The dream client says that you can call them in two weeks to schedule an appointment. The dream client suggests that they will meet with their team to discuss your ideas and proposal. The dream client asks you to send them some additional information that they can review. All of these sound positive and seem like progress. None of these required that your dream client commit to doing anything that may reasonably be interpreted as a commitment to advance the deal.

By failing to ask for and to obtain a commitment that advances the deal, the opportunity stalls. Sales pipelines are full of opportunities that are stalled simply because a commitment wasn’t asked for and obtained, which is often the result of poor call planning (see the first item on this list).


Many of the reasons that deals and opportunities are lost are due to some seemingly small mistakes. But small mistakes made as the result of ignoring the fundamental principles of selling effectively produce disastrous losses later. Losses that might have easily been prevented.


    1. What are the benefits of skipping the call planning and simply winging it?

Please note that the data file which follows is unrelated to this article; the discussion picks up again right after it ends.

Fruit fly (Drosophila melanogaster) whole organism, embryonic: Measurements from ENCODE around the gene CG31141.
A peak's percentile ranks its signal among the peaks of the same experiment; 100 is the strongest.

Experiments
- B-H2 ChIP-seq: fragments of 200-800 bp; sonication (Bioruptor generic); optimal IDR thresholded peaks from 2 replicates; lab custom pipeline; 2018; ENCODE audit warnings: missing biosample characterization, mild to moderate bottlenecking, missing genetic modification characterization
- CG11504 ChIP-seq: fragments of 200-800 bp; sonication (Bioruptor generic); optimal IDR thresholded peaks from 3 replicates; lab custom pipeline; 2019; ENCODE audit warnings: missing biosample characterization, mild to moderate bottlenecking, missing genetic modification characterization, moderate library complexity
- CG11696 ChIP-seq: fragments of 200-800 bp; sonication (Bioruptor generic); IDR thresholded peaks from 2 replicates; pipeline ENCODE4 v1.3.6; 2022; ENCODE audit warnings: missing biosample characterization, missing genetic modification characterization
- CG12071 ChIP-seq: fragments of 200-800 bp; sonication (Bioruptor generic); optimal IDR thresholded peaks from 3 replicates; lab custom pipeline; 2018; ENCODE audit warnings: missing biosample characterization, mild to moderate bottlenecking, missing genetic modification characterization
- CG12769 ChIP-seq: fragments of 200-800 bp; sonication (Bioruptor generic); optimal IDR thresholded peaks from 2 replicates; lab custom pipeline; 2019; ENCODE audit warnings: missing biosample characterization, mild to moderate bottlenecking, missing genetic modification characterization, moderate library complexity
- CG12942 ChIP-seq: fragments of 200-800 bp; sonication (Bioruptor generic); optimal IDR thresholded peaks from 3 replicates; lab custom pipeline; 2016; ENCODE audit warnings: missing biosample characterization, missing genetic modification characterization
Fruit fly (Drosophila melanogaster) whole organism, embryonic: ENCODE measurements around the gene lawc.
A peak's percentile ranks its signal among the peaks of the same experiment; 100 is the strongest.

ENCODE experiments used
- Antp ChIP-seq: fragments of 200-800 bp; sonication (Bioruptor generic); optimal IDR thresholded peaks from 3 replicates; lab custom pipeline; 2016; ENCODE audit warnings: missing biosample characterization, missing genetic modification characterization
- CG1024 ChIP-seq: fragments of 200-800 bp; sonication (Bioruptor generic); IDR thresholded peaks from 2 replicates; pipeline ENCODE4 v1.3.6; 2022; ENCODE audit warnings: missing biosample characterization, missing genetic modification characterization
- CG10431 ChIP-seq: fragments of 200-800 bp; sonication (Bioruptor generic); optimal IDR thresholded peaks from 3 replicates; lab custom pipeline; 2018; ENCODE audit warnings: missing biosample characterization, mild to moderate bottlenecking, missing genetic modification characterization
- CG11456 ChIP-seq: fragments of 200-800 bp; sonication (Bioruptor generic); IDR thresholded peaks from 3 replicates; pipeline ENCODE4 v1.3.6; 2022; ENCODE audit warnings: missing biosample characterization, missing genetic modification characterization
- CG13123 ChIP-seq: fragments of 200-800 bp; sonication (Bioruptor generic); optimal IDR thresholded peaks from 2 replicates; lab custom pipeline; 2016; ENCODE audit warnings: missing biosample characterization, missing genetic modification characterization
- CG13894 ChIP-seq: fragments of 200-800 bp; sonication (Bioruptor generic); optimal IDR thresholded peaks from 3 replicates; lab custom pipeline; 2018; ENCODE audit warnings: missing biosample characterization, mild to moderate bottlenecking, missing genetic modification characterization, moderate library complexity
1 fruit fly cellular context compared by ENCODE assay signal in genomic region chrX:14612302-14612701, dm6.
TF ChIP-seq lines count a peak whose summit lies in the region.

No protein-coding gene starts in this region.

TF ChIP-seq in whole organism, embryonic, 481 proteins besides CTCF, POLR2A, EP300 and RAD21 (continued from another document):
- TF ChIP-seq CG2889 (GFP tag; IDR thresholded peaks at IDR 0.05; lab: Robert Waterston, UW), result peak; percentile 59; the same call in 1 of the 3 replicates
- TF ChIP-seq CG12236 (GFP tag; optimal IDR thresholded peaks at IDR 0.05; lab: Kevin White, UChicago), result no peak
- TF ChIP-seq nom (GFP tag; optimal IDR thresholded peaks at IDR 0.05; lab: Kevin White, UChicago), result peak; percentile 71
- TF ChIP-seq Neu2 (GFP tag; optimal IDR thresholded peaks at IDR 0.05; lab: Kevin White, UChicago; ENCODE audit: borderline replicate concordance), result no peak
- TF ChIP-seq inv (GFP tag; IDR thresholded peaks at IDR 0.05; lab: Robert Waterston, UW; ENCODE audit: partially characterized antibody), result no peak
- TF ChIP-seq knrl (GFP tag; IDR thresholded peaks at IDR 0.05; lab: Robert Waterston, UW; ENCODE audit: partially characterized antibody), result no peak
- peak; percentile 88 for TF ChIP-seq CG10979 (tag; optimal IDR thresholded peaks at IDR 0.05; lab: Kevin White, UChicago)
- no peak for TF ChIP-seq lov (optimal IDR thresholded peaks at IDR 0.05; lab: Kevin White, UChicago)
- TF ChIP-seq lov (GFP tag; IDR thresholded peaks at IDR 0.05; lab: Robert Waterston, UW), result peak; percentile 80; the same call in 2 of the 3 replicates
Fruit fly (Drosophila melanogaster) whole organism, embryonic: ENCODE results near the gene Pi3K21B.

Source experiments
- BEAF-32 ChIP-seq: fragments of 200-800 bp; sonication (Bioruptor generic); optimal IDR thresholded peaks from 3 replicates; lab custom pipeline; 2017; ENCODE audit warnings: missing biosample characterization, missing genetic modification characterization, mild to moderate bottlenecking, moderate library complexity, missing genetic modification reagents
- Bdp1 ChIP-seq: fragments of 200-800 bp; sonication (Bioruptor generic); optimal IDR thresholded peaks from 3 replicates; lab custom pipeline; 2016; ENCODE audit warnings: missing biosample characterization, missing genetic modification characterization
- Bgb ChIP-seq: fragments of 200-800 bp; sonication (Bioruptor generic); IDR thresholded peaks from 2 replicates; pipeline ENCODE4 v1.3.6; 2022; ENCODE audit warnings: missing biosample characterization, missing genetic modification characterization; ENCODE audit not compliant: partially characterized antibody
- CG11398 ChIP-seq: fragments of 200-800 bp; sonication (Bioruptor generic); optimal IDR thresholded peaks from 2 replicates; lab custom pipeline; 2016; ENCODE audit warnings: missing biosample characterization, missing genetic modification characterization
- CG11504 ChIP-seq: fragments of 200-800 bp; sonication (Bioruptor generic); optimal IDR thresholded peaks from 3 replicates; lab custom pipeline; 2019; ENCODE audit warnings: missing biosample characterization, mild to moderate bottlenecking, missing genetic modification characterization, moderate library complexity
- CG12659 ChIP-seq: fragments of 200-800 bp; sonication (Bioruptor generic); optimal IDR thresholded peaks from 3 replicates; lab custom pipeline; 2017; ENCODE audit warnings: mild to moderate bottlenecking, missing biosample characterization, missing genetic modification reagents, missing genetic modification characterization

1. How do you know that you achieved the outcome that you want and need on a sales call without having planned the outcome ahead of time?

    1. How do you ensure you have diagnosed the entire organization and that your solution meets the needs of the entire buying committee, as well as the stakeholders and end users?

    1. Why isn’t it enough to diagnose the decision-maker alone?

    1. How do you develop and create dissatisfaction when your dream client believes that they have no reason to be dissatisfied?

    1. When is it acceptable to present before you have created or developed dissatisfaction?

    1. What are the commitments that you need to obtain to move your deal from one stage to the next?

  1. What are the non-commitments that feel like they move deals forward but that actually result in stalled opportunities?

Sales 2010
Post by Anthony Iannarino on May 26, 2010
Anthony Iannarino
Anthony Iannarino is a writer, an author of four books on the modern sales approach, an international speaker, and an entrepreneur. Anthony posts here daily.